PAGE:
Come Learn About the Complex Relationship between Black, Indigenous and Other People of Color (BIPOC) and the Natural Environment at “Black & Brown in a Green Future: Natural Spaces as Sites of Liberation”

October 22, 2020


Northridge — Chicana and Chicano Studies, Recreation and Tourism Management and the University Student Union (USU) invite all CSUN students to learn about the complexities of American history as it connects to green space, race and the power to shape the places we live in at “Black & Brown in a Green Future”. On Wednesday, Nov. 18 at 2 p.m., join us for this powerful program that will introduce you to the underlying connections between systemic racism and the environment from Dr. Carolyn Finney’s book, “Black Faces, White Spaces”.

“Our goal is to enrich the longstanding commitment to stewardship among communities of color in order to advance environmental justice at CSUN” said Dr. Stevie Ruiz, Assistant Professor, Chicana and Chicano Studies. With recent social changes such as the renaming of existing institutions, removal of confederate statues and by saying their names, George Floyd, Breonna Taylor, and many more, this is a special opportunity for CSUN students to inform themselves on how Dr. Carolyn Finney navigated her lived experiences to discover the impact of being resilient in response to recent environmental and social transformations. 

Dr. Mechelle Best and Dr. Suzanne Pierre will be moderating a conversation with Dr. Carolyn Finney as she guides us through the power of resistance and resilience in response to environmental and social challenges in our cities, parks and beyond. “The strong and complex relationship between Black, Indigenous and other People of Color (BIPOC) and the natural environment has always existed. Like so much of our rich cultural and natural heritage, this relationship has too often been superseded by the narrative wrought by a system that has consistently sought to erase our voices and lived experiences. I am excited that at CSUN we continue to amplify such experiences to remind our students and other stakeholders that they matter, we matter” said Dr. Mechelle Best, Chair, Recreation and Tourism Management, CSUN.  Join us to for the compelling conversation with Dr. Carolyn Finney.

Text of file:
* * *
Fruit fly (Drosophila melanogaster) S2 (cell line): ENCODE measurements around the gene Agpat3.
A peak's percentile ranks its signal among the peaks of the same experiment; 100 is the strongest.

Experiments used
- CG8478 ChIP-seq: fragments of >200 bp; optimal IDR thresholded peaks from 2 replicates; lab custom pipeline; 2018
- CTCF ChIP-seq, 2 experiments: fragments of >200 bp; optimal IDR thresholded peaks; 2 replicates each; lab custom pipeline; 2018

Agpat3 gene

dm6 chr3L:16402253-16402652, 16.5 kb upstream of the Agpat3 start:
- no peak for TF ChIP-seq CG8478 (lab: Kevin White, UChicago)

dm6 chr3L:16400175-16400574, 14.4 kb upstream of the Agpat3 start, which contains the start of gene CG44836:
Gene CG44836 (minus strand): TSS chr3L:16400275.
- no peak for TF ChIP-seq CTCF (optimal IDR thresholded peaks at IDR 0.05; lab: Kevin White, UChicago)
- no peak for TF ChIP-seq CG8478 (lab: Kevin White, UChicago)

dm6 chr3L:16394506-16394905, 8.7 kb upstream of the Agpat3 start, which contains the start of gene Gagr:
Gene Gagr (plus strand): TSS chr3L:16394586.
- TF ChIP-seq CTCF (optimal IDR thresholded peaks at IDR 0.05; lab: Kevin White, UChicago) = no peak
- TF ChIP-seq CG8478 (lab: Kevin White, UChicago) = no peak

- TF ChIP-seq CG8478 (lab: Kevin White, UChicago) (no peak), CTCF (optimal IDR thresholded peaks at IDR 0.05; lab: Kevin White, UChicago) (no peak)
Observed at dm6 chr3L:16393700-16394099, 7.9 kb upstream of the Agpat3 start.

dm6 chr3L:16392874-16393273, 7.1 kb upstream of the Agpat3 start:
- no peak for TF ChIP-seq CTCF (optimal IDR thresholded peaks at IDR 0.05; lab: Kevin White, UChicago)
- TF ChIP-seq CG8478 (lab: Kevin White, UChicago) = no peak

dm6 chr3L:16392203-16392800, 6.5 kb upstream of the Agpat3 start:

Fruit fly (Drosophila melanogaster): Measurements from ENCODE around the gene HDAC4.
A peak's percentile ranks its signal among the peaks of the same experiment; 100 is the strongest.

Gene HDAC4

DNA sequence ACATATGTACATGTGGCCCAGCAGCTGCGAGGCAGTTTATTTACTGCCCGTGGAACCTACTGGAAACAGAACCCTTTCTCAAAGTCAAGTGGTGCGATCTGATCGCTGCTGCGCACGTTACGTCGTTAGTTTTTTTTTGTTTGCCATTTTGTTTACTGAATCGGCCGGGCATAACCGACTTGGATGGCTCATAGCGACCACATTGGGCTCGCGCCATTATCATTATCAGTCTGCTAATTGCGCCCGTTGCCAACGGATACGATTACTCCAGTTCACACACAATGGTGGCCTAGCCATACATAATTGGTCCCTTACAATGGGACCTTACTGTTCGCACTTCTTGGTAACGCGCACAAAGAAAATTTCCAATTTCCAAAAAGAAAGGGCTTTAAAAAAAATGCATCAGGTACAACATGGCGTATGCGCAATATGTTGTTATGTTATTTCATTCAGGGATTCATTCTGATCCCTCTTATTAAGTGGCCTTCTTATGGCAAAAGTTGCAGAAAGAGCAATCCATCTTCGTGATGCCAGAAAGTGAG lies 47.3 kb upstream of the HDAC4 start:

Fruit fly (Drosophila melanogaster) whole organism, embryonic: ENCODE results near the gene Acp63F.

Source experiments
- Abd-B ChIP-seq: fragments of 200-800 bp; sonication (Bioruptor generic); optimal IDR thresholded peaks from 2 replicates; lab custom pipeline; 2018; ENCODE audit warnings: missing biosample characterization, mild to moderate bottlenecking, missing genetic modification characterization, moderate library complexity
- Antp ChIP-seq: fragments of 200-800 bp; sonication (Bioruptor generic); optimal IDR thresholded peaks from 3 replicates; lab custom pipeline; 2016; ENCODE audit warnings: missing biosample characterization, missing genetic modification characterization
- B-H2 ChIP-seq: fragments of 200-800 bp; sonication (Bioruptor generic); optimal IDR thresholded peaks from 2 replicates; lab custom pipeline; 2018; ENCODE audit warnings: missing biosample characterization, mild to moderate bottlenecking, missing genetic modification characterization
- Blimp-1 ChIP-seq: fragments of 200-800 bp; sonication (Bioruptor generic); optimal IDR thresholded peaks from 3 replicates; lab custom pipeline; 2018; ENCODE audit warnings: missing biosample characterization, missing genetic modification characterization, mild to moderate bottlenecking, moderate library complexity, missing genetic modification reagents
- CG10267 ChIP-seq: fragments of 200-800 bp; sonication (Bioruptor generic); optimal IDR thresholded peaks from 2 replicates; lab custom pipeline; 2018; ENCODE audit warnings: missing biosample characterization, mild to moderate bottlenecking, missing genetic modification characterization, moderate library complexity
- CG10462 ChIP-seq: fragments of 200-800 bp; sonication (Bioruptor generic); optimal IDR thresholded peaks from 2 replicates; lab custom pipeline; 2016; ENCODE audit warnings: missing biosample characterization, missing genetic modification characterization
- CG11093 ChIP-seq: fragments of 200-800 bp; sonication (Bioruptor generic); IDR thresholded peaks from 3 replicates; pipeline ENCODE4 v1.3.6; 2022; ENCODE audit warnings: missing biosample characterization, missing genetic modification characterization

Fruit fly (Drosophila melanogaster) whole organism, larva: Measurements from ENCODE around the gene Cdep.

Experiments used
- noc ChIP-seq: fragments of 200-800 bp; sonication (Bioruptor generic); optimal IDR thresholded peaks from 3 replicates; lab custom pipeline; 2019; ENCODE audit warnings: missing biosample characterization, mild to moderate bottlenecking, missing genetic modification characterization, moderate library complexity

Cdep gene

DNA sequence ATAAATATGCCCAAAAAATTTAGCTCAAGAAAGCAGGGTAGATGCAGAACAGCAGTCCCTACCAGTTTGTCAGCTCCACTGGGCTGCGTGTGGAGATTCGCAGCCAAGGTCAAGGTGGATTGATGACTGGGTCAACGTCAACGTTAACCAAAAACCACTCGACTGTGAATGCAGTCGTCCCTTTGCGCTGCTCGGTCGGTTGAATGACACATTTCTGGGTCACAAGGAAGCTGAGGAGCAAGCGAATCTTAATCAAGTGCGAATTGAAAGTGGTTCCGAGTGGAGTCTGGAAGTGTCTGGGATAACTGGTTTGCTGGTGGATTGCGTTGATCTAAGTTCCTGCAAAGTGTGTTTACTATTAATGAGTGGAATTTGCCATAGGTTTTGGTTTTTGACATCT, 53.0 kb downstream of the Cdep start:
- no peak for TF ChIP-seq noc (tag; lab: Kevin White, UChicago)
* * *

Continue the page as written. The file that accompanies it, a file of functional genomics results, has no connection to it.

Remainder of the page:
Dr. Carolyn Finney is a storyteller, author and a cultural geographer. The aim of her work is to develop greater cultural competency within environmental organizations and institutions, challenge media outlets on their representation of difference and increase awareness of how privilege shapes who gets to speak to environmental issues and determine policy and action. Dr. Mechelle Best is a professor and the current Chair of the Department of Recreation and Tourism Management at CSUN. As a former Fulbright/Organization of American States Scholar for the Eastern Caribbean, her interests in cultural heritage, natural resource use and sustainability within tourism will inform our understanding of race and ethnicity being impacted by our environments. Dr. Suzanne Pierre, terrestrial biogeochemist and forest ecologist, a queer woman of color and first generation American, is the current director of the Critical Ecology Lab, a nonprofit research lab uncovering the social underpinnings of global ecological chance. She is also the Environmental Scientist and Senior Environmental Educator at the Exploratorium museum in San Francisco. 

Together, we’ll be enlightened by their engaging presentation on “Black & Brown in a Green Future”. To be part of it, join us over Zoom ( For more information, please visit

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